2 and 1/2 D Cinema

Documenting the installation

For once, it seems like my workshops for children and my own art-making have collided in an obvious way.

After running workshops and drawing classes for children for many years, as well as observing/guiding my own children, I have an intuition into what makes (some) kids tick. At the same time, I have been spending some much time in front of the projection for my own performative lectures (and in defiance of what presentation gurus will tell you), and using the moving image for various projects. Therefore this latest project was a project waiting to happen. It is described on my workshop website as an “interactive cinema experience”, and basically lets the children walk into the cinema-like space, and walk into the beam of the projector. Soon, they figure out that their antics in front of the projection are being filmed, and they enjoy watching themselves on the TV screen, outside the projection space. If they stay long enough or come back, they start interacting with the actual film rather than just the beam of light.

It is a collaboration with Russell Morton, with whom I have made my Educational Videos, as well as the “Buang, the Lost Malay Scientist” documentary. To create the footage, we had to select from hours of footage filmed by Ivan Polunin in the 60s. The resulting films had to be dubbed because they came with no sound. This means that I got to spend hours in the little stream behind the house, recording the sound of nature, children playing and catching fish. Finally, I called on Mohamad Riduan, a sound artist/sculptor to help create the sound for one of the 5 films on display.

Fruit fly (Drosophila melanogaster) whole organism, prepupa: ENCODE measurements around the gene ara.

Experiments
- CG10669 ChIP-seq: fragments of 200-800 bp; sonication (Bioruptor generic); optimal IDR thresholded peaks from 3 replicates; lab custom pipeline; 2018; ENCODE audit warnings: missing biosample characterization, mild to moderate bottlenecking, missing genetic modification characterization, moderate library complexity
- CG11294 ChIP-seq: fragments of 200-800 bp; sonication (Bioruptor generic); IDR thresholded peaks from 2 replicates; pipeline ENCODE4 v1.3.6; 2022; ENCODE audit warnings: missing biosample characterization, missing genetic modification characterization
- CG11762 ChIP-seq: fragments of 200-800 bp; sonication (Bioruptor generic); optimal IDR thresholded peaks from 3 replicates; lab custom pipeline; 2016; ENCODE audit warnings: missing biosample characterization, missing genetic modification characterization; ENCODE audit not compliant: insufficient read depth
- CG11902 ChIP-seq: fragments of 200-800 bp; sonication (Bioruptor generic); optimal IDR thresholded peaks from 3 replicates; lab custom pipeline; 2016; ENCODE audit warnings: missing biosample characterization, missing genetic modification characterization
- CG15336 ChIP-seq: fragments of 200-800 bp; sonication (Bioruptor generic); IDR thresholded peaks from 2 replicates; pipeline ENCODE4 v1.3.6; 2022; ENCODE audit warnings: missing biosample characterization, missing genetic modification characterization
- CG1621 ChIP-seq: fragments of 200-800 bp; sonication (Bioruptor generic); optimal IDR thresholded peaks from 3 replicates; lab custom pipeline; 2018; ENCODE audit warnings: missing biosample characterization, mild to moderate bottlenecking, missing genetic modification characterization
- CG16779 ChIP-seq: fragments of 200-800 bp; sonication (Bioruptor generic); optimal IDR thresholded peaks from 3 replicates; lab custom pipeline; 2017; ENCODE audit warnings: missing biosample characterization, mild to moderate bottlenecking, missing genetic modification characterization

The result is exciting, not least because I get to observe how children interact with the work, and learn from them. I also hope that in a small way, this exhibition (together with other beautiful installations at the PlayDome) will help make children better equipped to view contemporary art. They understand that art requires a commitment and risk-taking from the part of the viewer. Hopefully, they will grow up to become responsive to alternative forms of art. The Museum text also claims they will learn about SIngapore in the 60’s; between “Children at Play”, “Fishing on the Kelong”, “On the Farm”, “Fishing in Woodlands” and “on the Beach”, I think something will stick…

Please, if you are in Singapore between the 7th and the 26th of June 2011, come to the Singapore National Museum, get your PlayDome ticket, and come and visit the 2 and 1/2D Cinema (Open everyday except Monday, 10am-6pm).

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